It’s always exciting when you move from the brainstorming and drawing phases of a custom project into the hands-on, smelly, goopy, dusty build phase. That’s happening right now for a project that could hopefully have a big impact on how we do our largest Pedal Powered concerts. It doesn’t have a concise name at the moment, so I’ll call it the 3000-person Pedal Powered Concert System that Fits into a Briefcase, or 3PPCSFB for short.
It’s a new way to reduce the volume and weight of our 12-speaker concert PA system, using ultralight materials and a stacking / nesting / Russian Dolls redesign of the loudspeaker cabinets. It’s inspired by the America’s Cup sailing race, Fukishima & Global Warming, Bike Party, and Rube Goldberg.
Loudspeakers contain lots of air. Air is what allows them to reproduce low frequencies like bass notes and the beat of dance music. But it means that they take up lots of space.
When an event is scheduled to take place in another city, the problem of moving air gets more pronounced, because we have to ship our gear using the trucking system.Read More
Pamela Parker’s pedal board at the Peace Day SF rally. Photo: Nio.
OK, so you have a device or set of devices in mind (like a laptop and projector) and you want to know whether it’s possible to power them with people on bike generators. Here are the steps to figure it out:
First you need to measure the power consumption of the device you want to power. There are two ways to do this. You can read the writing on the product OR you can actually measure it using a device like the Kill A Watt. The second way is better for two reasons: It’s more educational and fun, and some product ratings are approximate.Some products use different amounts of power at different settings. For example, a loudspeaker will use way less power than its rating if you’re listening to music at moderate levels. So get yourself a Kill A Watt and get scientific!
Above: A Kill A Watt in use. Connect it to the wall, then connect your device(s) to it, and read the Wattage number. Careful to switch to Watt mode. The device may default to showing Volts. If the reading is very close to 110, then you are probably reading Volts (USA AC power voltage is 110). Look carefully and the Watt mode will have the units “Watt” next to the reading.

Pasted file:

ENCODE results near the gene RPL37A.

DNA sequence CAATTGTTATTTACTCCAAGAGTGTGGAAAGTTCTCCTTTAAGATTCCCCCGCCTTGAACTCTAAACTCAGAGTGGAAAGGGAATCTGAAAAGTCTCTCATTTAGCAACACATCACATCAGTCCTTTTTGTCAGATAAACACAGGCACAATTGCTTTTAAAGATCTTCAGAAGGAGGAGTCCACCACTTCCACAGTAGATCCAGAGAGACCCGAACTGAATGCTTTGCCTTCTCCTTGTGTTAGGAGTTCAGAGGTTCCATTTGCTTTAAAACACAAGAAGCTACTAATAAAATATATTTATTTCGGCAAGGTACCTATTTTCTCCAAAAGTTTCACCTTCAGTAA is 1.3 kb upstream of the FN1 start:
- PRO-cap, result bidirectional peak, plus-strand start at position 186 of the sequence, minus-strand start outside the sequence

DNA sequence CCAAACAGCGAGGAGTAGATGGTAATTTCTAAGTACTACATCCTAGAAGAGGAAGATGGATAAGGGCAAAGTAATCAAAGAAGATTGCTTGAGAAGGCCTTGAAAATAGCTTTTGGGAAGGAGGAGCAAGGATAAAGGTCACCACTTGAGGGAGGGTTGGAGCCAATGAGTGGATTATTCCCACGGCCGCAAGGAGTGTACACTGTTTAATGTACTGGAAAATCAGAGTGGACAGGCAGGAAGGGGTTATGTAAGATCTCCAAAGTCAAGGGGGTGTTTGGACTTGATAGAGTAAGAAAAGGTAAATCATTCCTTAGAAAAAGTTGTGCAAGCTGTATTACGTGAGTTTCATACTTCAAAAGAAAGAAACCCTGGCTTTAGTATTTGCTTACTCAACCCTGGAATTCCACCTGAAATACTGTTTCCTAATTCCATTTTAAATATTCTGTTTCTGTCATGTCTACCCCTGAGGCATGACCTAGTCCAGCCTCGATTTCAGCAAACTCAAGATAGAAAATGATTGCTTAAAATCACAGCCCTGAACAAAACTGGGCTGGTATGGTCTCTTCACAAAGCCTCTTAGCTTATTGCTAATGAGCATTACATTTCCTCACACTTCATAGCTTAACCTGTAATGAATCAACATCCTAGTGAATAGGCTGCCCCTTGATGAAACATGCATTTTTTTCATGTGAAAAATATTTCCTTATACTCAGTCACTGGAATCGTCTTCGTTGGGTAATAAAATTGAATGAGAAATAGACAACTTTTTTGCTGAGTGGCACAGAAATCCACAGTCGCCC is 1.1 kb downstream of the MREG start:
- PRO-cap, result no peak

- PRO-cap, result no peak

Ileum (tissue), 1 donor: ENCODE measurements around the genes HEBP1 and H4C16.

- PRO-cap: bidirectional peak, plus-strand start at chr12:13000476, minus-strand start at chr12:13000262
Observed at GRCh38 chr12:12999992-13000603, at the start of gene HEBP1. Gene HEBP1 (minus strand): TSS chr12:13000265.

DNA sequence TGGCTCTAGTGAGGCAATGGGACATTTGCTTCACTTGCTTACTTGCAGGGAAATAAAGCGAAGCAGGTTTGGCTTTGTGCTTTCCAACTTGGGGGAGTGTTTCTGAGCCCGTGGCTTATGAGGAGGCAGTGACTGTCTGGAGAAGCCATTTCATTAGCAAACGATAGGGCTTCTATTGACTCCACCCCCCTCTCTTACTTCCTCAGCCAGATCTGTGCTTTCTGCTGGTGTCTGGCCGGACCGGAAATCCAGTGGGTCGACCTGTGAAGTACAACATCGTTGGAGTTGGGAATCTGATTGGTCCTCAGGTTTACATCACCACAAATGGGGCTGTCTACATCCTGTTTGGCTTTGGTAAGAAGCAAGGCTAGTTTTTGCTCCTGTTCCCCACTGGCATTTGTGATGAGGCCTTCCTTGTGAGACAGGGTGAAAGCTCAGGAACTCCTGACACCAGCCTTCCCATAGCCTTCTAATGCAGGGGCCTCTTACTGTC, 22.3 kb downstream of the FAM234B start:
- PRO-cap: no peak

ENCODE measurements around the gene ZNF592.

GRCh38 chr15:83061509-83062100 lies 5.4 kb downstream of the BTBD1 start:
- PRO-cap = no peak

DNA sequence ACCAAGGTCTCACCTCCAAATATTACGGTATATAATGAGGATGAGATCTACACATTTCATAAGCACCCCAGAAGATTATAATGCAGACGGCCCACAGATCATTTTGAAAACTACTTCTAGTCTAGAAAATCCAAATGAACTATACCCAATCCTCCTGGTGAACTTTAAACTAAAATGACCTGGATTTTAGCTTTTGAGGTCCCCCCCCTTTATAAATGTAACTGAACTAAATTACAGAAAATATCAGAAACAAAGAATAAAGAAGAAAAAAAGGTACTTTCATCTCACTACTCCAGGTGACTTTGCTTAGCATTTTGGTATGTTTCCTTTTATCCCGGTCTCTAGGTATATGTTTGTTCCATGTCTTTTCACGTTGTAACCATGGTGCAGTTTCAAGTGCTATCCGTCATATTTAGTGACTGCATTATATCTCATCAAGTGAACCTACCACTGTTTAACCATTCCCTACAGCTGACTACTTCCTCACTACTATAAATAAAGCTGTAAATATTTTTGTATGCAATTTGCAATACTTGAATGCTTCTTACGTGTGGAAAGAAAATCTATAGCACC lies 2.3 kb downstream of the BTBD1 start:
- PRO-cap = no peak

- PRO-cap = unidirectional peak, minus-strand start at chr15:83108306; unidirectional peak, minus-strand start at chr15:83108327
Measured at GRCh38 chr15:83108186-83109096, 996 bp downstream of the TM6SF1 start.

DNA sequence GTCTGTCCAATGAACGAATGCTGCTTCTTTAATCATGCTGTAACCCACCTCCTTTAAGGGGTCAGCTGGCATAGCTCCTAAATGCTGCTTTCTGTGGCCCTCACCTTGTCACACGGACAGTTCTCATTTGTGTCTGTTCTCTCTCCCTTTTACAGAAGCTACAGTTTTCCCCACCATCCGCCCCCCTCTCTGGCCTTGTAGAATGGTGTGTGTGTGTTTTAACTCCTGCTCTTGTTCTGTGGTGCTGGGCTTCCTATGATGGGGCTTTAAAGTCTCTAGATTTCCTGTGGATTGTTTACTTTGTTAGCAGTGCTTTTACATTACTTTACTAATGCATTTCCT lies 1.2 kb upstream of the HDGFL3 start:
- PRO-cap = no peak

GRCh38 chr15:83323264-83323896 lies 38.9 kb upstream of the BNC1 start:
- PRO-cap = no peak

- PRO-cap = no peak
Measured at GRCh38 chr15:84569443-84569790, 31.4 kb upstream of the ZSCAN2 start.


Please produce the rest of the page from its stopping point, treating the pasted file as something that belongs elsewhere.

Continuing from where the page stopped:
Next: Visualize what types of pedalers you are expecting at your event. The Wattage you can expect per person will change depending on what types of people are pedaling! This is common sense: a competitive cyclist can generate more power than a 3rd grader.Read More
Rock The Bike produced a Pedal Powered Knowledge Station in San Francisco’s beautiful Yerba Buena Gardens for VM World, a major software conference. A Knowledge Station is a combination of a Recharge Bar and a DJ Rig. It’s more than just a place to recharge phones; it’s downright groovy! It’s a place to relax, pedal, get your heart going, meet others, and send great music out to a larger space. Over the course of the four days, conference attendees pedaled nearly 5 KiloWatt Hours (kWh) of energy as measured dynamically by the sign in the photo.
Conferences are all about the sharing of knowledge and connections between people. Lately, both of those things involve mobile technology. People share knowledge and connect to each other with the devices they hold in their hands, and those devices require power. At the Pedal Powered Knowledge Station, each bike has its own USB ports and AC power outlets capable of charging up to 8 phones.Read More
What’s unique about the speaker is that it’s the only Pro Sound loudspeaker that can take DC power, i.e. bike power, as an input. Most Pro Sound loudspeakers require AC power. For the Pedal Power world this means you have to use an inverter to turn DC power into AC. But it only gets turned back into DC inside the speaker. Those two conversions aren’t needed with our system, so it runs considerably louder for the same amount of pedaling. Very impressive!Read More
When we heard 350.org was gathering 500 climate justice activists in Istanbul for the Global Power Shift conference in June, we offered to loan them our latest and simplest yet Pedal Power system, “One Bike / One Speaker” . Since several of the organizers were coming from the Bay Area, we reduced our smallest system to two boxes, both within airline regulations for checked baggage, bringing the shipping cost to 0. We met up with two of the organizers to hand off the two boxes, one at a BART station and one at our shop. 350.org would have to supply a bike in Istanbul and swap the rear wheel for the lightweight generator wheel we provided. We supplied detailed setup info to ensure the system would get good use. Next: wait for update.
Update from Kevin a few days into GPS: ”Hey! Just saying it’s rocking. We did a 500 person plenary outside which was great, and its become a staple for our daily announcements. Next up, the Open Mic…”
The photos show that this One Bike system was able to amplify music and speech for the entire conference.